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Prue Leith on being ‘grateful’ for fame

The celebrity chef found fame judging Great British Menu before moving to The Great British Bake Off.

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Dame Prue Leith has spoken about her feelings towards fame (Matt Crossick/PA)

Dame Prue Leith has spoken about her feelings towards fame (Matt Crossick/PA)

Dame Prue Leith has spoken about her feelings towards fame (Matt Crossick/PA)

Celebrity chef and Great British Bake Off judge Dame Prue Leith has revealed she finds fame “flattering”, and it is something she is “grateful” for.

The 82-year-old has built her career around food, first as a restaurateur and chef, and later as a judge on Great British Menu before moving to The Great British Bake Off in 2017.

Speaking about the contrast in her experience with that of her fellow Bake Off judge, Paul Hollywood, Dame Prue told the PA news agency: “He’s always very good tempered if we’re somewhere and somebody comes up and wants us to do a selfie. He’ll say ‘Oh, all right then’, but he doesn’t like it.

“He would much prefer to be somewhere nobody will see him.

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Dame Prue Leith has been a judge on The Great British Bake Off since 2017 (Matt Crossick/PA)

Dame Prue Leith has been a judge on The Great British Bake Off since 2017 (Matt Crossick/PA)

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Dame Prue Leith has been a judge on The Great British Bake Off since 2017 (Matt Crossick/PA)

“Whereas I think I’m quite grateful for it, these are the people who pay my wages.

“It’s really flattering. People are very nice.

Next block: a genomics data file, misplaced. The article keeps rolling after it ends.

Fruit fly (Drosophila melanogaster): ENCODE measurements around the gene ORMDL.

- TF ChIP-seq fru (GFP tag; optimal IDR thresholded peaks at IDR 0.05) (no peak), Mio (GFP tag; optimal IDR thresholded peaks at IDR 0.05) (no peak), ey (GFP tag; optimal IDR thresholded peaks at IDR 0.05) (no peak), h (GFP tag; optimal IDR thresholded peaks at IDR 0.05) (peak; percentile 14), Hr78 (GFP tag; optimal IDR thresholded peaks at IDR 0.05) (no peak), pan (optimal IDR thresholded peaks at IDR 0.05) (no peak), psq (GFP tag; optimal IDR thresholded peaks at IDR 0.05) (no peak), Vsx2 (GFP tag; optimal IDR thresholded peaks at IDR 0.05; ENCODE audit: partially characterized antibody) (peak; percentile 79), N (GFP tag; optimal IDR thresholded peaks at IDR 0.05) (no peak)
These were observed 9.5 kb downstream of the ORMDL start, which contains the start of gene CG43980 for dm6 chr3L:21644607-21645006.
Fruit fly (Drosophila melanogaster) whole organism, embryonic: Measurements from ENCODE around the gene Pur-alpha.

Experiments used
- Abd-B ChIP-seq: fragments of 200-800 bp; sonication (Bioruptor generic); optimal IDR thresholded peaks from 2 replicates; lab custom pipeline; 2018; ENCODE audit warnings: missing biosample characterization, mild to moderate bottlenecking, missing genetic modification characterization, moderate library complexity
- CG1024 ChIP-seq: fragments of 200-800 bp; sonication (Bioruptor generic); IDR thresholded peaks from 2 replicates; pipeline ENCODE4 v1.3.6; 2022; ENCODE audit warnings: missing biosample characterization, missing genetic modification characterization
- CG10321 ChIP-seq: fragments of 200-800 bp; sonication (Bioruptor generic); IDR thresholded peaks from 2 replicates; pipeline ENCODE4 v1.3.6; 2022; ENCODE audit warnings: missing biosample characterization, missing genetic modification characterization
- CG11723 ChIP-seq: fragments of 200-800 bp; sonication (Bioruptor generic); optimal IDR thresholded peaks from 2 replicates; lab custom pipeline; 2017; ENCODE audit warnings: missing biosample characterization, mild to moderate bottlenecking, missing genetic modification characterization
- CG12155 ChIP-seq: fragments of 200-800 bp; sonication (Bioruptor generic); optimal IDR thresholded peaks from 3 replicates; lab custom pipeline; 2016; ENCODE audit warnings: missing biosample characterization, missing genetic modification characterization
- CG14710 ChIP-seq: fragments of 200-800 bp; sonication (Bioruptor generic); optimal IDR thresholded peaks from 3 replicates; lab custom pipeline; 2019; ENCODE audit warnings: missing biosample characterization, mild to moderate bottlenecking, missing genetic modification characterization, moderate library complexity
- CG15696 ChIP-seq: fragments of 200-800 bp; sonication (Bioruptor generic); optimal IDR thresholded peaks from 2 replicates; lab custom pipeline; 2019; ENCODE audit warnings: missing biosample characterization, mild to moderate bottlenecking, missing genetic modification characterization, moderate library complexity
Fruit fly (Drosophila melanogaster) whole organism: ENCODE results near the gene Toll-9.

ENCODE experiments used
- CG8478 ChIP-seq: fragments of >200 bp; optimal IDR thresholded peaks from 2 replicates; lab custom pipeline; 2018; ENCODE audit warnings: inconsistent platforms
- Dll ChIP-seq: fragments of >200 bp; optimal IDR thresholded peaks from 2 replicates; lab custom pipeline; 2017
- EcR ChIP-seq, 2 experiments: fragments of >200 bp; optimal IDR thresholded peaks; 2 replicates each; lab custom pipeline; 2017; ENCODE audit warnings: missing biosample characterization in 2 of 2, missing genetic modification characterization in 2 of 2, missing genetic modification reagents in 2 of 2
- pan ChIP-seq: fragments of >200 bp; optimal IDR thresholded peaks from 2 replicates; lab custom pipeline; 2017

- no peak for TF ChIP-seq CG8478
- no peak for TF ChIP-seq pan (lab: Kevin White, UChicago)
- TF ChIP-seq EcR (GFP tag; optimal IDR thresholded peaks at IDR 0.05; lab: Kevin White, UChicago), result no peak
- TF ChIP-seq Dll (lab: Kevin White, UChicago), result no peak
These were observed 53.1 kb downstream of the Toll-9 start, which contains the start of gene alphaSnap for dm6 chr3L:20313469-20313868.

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“You know I’d hate to be a politician and have that kind of fame.

“Then at least half the country will hate you, whatever your policy is, whatever you do, half the people won’t like you, whereas everybody likes food! It’s not something that makes natural enemies.

“I mean, I’m sure some people are irritated by me or don’t like me, for some reason or another, but it won’t be serious.

“They’re not going to be beastly about it.

“It’s very rare that I’m attacked or trolled.”

Dame Prue joined the popular baking competition show after it moved from BBC One to Channel 4.

The South Africa-born chef is adding to her judging roles, helping with the inaugural Uber Eats Restaurant of the Year awards.

Of her role on the panel, she said: “Most of the public now are eating at least some of their food delivered by Uber Eats and so there are masses of restaurants that rely on the delivery service for their customers.

“So I think it’s a very modern and proper thing to do to judge those restaurants.

“We have lots of restaurant awards for conventional restaurants, and a lot of Uber Eats are delivered by restaurants that also have people who eat in… And what I liked about it and the reason I was really happy to be a judge is that it takes in everybody’s tastes.”

The only thing that reliably makes me cross is if I cook something badly, or I produce something that is not goodDame Prue Leith

Dame Prue also revealed her preference for proper food etiquette when she is cooking and serving food at mealtimes.

“The only thing that reliably makes me cross is if I cook something badly, or I produce something that is not good,” she told PA.

“I think it’s just a waste of an opportunity.

“It’s a waste of good ingredients, it’s a waste of money, it’s a waste of time and it’s insulting to the people that you’re feeding.”

She added: “I am quite fussy.

“I like people to sit down and I’m quite rough with my husband if he pulls out his phone when we’re having supper, even if it’s just the two of us.

“I think it’s almost a sort of sacred time – even if it’s just a simple supper on the terrace in the sun, you should talk to each other.

“I like the ceremony of it, I like a glass of wine, and I like it to look nice.

“I’m my mother’s daughter in that I could never put a milk bottle on the table, it would go in a jug, and ditto an orange juice carton, which I know is neurotic.”

– The Uber Eats Restaurant of the Year will be announced at an award ceremony in London on August 25.


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